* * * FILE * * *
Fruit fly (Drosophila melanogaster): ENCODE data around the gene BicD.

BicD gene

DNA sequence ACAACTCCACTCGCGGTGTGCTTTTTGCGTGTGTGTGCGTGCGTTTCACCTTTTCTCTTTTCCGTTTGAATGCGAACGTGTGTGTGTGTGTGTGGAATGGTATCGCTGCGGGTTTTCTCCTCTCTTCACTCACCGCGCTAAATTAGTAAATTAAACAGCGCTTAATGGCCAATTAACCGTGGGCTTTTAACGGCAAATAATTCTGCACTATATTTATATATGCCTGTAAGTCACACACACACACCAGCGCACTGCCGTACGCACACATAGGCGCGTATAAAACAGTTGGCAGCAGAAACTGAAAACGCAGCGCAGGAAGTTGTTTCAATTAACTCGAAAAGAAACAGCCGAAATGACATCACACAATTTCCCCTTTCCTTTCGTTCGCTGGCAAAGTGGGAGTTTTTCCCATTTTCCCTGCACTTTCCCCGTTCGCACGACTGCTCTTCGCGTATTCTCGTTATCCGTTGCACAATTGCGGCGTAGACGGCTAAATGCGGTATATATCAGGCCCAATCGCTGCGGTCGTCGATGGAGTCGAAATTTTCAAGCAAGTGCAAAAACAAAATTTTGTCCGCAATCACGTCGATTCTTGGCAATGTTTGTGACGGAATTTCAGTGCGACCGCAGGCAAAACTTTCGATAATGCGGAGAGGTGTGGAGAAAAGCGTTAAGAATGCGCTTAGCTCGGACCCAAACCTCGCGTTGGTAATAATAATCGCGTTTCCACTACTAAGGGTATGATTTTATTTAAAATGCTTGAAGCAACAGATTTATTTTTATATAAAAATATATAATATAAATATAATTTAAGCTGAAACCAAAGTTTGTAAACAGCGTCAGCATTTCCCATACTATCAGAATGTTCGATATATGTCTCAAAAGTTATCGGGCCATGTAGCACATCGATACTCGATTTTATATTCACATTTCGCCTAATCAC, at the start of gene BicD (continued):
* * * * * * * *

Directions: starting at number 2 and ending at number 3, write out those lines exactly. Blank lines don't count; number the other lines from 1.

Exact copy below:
BicD gene

DNA sequence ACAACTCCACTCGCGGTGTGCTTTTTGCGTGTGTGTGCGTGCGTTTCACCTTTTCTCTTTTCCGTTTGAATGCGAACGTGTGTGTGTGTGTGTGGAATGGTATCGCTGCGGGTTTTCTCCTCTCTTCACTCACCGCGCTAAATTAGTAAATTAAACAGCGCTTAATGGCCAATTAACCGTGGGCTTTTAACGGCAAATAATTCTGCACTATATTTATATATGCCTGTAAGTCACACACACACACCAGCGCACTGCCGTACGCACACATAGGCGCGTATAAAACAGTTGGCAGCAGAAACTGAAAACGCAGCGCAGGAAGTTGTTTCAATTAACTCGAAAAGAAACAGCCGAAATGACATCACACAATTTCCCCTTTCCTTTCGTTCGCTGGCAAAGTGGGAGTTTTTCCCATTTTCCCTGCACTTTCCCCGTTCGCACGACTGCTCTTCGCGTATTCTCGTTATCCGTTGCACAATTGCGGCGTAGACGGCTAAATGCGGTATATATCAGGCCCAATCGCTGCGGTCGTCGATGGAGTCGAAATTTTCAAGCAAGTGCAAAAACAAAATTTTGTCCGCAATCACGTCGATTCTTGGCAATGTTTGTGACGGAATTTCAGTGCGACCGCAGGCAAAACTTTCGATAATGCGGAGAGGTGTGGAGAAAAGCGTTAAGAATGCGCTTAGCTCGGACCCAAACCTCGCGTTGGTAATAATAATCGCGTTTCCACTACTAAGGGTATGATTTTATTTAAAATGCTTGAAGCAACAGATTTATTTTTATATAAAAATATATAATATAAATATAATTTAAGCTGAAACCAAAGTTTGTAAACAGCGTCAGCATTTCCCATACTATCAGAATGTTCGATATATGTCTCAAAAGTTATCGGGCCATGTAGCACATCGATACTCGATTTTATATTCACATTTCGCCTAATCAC, at the start of gene BicD (continued):